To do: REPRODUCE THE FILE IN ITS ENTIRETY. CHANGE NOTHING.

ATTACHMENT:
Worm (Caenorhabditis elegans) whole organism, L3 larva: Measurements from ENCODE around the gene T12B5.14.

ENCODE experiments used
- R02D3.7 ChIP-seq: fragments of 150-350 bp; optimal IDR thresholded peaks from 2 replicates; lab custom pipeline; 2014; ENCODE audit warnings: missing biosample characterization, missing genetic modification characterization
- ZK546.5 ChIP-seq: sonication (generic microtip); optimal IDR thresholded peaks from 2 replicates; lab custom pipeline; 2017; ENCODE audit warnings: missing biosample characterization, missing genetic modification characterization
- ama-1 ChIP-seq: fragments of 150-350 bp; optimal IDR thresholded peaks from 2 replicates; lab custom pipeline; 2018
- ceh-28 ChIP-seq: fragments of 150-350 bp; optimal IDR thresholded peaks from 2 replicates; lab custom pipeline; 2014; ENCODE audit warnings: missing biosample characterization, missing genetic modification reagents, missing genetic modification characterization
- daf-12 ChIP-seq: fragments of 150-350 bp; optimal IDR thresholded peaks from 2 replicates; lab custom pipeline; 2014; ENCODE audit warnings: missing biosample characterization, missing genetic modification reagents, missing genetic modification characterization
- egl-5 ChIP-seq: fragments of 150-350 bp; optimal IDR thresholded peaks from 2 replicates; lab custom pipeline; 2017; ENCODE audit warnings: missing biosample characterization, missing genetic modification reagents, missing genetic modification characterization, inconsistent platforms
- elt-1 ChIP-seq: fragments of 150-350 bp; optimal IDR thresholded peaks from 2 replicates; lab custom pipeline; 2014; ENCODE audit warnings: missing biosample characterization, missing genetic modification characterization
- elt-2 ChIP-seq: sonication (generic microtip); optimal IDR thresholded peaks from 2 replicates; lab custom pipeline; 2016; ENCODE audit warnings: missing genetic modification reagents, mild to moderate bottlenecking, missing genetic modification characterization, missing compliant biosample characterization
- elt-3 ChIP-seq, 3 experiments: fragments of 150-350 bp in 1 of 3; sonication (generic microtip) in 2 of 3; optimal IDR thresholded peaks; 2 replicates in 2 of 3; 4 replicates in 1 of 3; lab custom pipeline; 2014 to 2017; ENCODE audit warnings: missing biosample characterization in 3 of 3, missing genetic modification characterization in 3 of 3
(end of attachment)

Worm (Caenorhabditis elegans) whole organism, L3 larva: Measurements from ENCODE around the gene T12B5.14.

ENCODE experiments used
- R02D3.7 ChIP-seq: fragments of 150-350 bp; optimal IDR thresholded peaks from 2 replicates; lab custom pipeline; 2014; ENCODE audit warnings: missing biosample characterization, missing genetic modification characterization
- ZK546.5 ChIP-seq: sonication (generic microtip); optimal IDR thresholded peaks from 2 replicates; lab custom pipeline; 2017; ENCODE audit warnings: missing biosample characterization, missing genetic modification characterization
- ama-1 ChIP-seq: fragments of 150-350 bp; optimal IDR thresholded peaks from 2 replicates; lab custom pipeline; 2018
- ceh-28 ChIP-seq: fragments of 150-350 bp; optimal IDR thresholded peaks from 2 replicates; lab custom pipeline; 2014; ENCODE audit warnings: missing biosample characterization, missing genetic modification reagents, missing genetic modification characterization
- daf-12 ChIP-seq: fragments of 150-350 bp; optimal IDR thresholded peaks from 2 replicates; lab custom pipeline; 2014; ENCODE audit warnings: missing biosample characterization, missing genetic modification reagents, missing genetic modification characterization
- egl-5 ChIP-seq: fragments of 150-350 bp; optimal IDR thresholded peaks from 2 replicates; lab custom pipeline; 2017; ENCODE audit warnings: missing biosample characterization, missing genetic modification reagents, missing genetic modification characterization, inconsistent platforms
- elt-1 ChIP-seq: fragments of 150-350 bp; optimal IDR thresholded peaks from 2 replicates; lab custom pipeline; 2014; ENCODE audit warnings: missing biosample characterization, missing genetic modification characterization
- elt-2 ChIP-seq: sonication (generic microtip); optimal IDR thresholded peaks from 2 replicates; lab custom pipeline; 2016; ENCODE audit warnings: missing genetic modification reagents, mild to moderate bottlenecking, missing genetic modification characterization, missing compliant biosample characterization
- elt-3 ChIP-seq, 3 experiments: fragments of 150-350 bp in 1 of 3; sonication (generic microtip) in 2 of 3; optimal IDR thresholded peaks; 2 replicates in 2 of 3; 4 replicates in 1 of 3; lab custom pipeline; 2014 to 2017; ENCODE audit warnings: missing biosample characterization in 3 of 3, missing genetic modification characterization in 3 of 3